Skip to main content

Culture vulture

Ruth Patterson stepped back from headship and found her perfect rhythm

New reading

I'm reading authors I haven't had time to read before: Philippa Gregory's historical novels; Robert Harris's Pompeii. That's gripping. And I read children's novels. Michael Morpurgo has a wonderful gift of language and I've read everything he's written. My favourite is Kensuke's Kingdom, but I also like his latest, Private Peaceful, set during the First World War.

Favourite music

I discovered music when I worked in a library at the age of 15 and found you could borrow scores of musicals. My piano teacher would say: "What have you brought to play to me this week?" And it would be Cole Porter (pictured) or Gershwin or Irving Berlin.

Back to the classroom

I became a head in 1988, at Chambersbury primary school in Hemel Hempstead, and left headship in 2001. I wanted to go back to the classroom; I told my current head I was applying for a support teacher's job in her school and she said, "you're joking". I loved being a head but I've got no regrets.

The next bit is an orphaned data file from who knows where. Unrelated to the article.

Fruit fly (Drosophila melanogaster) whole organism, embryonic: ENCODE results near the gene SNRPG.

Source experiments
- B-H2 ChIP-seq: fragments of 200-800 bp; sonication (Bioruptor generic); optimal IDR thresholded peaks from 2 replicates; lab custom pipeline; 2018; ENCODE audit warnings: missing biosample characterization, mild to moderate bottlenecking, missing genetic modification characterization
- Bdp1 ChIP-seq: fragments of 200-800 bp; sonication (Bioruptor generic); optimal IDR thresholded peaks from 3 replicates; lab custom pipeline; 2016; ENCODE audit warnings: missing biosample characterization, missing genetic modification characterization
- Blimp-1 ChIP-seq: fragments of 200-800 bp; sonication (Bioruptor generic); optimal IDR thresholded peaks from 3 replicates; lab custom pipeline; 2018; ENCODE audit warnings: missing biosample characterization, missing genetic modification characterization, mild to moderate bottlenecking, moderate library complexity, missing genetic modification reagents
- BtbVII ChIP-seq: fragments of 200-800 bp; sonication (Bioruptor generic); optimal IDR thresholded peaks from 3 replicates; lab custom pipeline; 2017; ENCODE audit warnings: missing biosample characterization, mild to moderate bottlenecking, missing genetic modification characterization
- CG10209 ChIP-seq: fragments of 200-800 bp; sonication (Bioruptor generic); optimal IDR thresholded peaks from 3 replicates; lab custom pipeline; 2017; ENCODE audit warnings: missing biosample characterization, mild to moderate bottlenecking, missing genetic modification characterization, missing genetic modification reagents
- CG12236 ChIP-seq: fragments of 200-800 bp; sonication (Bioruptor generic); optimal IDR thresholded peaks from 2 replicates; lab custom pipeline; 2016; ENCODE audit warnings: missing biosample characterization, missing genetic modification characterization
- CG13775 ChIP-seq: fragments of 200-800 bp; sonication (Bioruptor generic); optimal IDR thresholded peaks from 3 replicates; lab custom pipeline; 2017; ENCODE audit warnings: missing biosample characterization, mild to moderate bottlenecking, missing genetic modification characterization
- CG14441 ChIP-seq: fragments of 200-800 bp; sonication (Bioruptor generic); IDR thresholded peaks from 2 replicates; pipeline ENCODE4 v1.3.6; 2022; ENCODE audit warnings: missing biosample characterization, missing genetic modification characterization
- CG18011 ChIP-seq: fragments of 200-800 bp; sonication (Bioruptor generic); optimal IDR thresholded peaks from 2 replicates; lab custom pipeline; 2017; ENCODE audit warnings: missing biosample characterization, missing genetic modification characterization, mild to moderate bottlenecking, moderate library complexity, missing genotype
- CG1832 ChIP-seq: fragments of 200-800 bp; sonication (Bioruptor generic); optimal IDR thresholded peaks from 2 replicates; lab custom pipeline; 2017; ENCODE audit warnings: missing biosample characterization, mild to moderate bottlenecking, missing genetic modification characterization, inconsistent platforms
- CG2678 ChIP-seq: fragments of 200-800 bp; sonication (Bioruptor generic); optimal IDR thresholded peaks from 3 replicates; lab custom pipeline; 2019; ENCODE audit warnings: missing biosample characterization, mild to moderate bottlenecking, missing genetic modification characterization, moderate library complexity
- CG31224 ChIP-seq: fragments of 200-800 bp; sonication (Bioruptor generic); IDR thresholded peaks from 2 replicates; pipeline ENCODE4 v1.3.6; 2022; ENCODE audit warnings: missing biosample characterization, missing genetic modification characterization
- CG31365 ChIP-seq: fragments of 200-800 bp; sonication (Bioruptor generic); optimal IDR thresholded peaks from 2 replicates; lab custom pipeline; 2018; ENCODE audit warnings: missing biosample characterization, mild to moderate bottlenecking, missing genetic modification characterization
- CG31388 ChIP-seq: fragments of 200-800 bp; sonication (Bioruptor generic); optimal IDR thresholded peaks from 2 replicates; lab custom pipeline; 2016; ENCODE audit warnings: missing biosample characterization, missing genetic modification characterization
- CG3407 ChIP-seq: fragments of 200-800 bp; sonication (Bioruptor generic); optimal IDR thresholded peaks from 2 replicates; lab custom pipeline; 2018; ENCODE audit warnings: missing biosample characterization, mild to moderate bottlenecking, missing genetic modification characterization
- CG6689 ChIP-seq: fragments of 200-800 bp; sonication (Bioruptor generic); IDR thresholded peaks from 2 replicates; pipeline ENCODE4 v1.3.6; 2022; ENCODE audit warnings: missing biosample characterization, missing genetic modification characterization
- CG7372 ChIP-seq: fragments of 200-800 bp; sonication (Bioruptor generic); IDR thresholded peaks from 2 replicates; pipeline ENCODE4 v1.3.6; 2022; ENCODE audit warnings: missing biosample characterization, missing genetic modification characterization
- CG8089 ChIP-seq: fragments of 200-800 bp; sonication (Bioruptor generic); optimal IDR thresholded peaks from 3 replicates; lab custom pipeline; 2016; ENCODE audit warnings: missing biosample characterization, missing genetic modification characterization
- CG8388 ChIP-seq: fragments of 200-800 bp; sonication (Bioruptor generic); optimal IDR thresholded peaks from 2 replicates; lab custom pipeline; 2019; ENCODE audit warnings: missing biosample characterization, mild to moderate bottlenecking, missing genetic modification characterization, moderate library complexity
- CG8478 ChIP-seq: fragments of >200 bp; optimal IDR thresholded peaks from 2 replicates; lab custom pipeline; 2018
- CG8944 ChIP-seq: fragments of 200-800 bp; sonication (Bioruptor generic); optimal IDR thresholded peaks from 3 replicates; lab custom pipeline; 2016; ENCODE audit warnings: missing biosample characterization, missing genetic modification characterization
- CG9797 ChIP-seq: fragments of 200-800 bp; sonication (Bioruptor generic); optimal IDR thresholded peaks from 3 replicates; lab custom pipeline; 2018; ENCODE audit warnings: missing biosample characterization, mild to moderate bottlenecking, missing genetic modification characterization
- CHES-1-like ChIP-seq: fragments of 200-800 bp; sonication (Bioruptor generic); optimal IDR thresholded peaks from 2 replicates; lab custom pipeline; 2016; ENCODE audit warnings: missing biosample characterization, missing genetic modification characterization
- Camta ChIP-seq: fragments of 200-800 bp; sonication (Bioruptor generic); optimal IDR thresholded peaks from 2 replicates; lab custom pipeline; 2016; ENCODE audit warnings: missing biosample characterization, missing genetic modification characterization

I'm discovering creative parts of me that have been dormant for a long time.

Conductor training

I did a foundation choral conducting course this summer with Sing for Pleasure, as the first step towards setting up a choir at school. Standing up and conducting other people was a nightmare at first - horrendous. But the tutors were very supportive and I felt my self-esteem grow.

Treats in store

I want to join a choir; maybe a chamber choir. That was something I looked forward to about stopping headship: to be a performer, not just an observer. I wrote a couple of musicals in the 1980s. One was about the Prodigal Son, set in a 1920s Chicago deli. My current head was wonderful. I said: "I've got this thing I wrote years ago," and she said: "Let's do it."

It was lovely to see it come alive again. I've got lots more scribbles I'm looking back at now. I'm at the beginning of a journey."

Ruth Patterson, 54, teaches at St Cuthbert Mayne RC junior school in Hemel Hempstead. She was talking to Karen Gold. See

Log in or register for FREE to continue reading.

It only takes a moment and you'll get access to more news, plus courses, jobs and teaching resources tailored to you